Those of us working closely with people who have dementia and who get to know well those caring for them are often told by carers that they wished they had done more, particularly after the sufferer has died or been admitted to a home or hospital for long-term care. This is very much tied up with the feelings of guilt discussed earlier. Remember that it is easy to be wise after the event. Remember also that it is very unlikely that you really could have done any more than you have, however much it may now seem that you could or should have. As already mentioned, caring for a person with dementia is a matter of compromises and there will always be room for nagging doubts and worries about the past. Even if you have made a mistake, you must remember that you will not be alone in this. Everybody makes mistakes and most people make theirs without having to cope with the very great strains that are involved in looking after someone with dementia.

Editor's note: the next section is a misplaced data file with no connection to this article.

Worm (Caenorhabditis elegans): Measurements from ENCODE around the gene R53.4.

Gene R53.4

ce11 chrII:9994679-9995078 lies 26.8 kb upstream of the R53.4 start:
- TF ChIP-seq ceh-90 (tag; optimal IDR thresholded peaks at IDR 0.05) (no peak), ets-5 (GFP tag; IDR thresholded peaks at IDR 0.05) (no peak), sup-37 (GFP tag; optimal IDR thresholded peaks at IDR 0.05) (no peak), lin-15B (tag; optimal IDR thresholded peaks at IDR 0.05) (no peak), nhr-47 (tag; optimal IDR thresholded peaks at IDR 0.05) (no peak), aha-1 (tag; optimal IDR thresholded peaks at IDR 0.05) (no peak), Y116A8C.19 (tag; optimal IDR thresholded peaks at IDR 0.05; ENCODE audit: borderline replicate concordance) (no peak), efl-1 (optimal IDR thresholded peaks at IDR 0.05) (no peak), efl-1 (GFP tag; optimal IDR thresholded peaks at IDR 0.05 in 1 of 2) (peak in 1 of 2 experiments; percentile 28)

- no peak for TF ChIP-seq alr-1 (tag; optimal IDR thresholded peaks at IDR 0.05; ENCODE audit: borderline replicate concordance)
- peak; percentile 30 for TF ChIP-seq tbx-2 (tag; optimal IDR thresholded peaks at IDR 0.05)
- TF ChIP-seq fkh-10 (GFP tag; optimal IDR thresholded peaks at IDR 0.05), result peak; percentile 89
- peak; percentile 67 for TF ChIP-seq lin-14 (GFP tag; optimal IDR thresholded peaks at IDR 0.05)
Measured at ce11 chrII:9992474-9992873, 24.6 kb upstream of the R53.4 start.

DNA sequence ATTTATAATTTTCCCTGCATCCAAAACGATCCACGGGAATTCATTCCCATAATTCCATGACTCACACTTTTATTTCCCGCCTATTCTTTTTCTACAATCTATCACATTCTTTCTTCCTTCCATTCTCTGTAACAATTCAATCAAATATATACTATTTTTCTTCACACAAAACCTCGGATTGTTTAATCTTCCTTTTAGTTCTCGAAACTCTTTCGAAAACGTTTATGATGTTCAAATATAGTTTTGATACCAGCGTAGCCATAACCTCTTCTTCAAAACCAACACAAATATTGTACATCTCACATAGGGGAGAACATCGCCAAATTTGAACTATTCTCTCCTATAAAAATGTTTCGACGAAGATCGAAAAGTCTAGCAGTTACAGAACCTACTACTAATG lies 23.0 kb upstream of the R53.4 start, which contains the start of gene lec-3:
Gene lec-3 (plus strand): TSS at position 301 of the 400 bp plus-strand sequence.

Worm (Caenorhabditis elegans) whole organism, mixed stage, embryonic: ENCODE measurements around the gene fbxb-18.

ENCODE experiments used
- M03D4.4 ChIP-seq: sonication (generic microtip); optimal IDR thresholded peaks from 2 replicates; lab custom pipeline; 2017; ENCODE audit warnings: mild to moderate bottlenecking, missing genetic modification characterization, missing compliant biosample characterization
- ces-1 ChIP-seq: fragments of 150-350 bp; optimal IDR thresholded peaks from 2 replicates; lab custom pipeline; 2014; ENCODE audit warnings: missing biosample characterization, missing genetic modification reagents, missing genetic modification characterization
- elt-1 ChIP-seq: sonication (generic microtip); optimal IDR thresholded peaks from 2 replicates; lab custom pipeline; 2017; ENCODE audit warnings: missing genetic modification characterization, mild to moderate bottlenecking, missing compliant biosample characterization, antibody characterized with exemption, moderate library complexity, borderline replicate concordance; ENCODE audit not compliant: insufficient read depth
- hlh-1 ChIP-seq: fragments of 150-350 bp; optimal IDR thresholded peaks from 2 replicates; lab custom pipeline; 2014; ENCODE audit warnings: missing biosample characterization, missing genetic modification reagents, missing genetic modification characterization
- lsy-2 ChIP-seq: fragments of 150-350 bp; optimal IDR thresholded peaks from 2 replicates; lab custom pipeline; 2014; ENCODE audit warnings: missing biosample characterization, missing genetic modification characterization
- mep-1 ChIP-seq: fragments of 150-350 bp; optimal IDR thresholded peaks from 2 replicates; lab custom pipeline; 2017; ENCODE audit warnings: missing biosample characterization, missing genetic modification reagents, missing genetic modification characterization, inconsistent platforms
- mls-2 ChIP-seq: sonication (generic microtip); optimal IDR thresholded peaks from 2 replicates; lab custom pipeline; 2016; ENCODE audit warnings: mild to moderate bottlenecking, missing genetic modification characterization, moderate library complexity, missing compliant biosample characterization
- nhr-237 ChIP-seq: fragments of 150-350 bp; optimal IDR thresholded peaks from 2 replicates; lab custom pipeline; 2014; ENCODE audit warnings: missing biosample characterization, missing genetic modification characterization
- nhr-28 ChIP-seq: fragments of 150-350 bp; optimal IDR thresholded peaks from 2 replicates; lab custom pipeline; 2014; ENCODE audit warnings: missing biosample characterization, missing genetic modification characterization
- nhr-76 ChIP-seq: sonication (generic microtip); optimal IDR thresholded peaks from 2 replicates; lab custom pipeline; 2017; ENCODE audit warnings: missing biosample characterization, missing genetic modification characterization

You may find that you can help other carers by passing on your experiences, but it may well take a while after bereavement before this is possible. Similarly, some carers who have agreed to allow the sufferer to go into long-term care may feel too guilty to want to go on sharing their experiences with others. Nevertheless it is worth bearing this in mind and continuing to attend the support group or joining one if you are not already a member. Local voluntary organizations such as the nearest branch of the Alzheimer's Disease Society may also be very pleased to have your help in any one of a number of ways.

Whatever happens, try not to let worries about the past prevent you from starting again with your life, and remember that looking after someone with dementia is in itself a major achievement.


General Health


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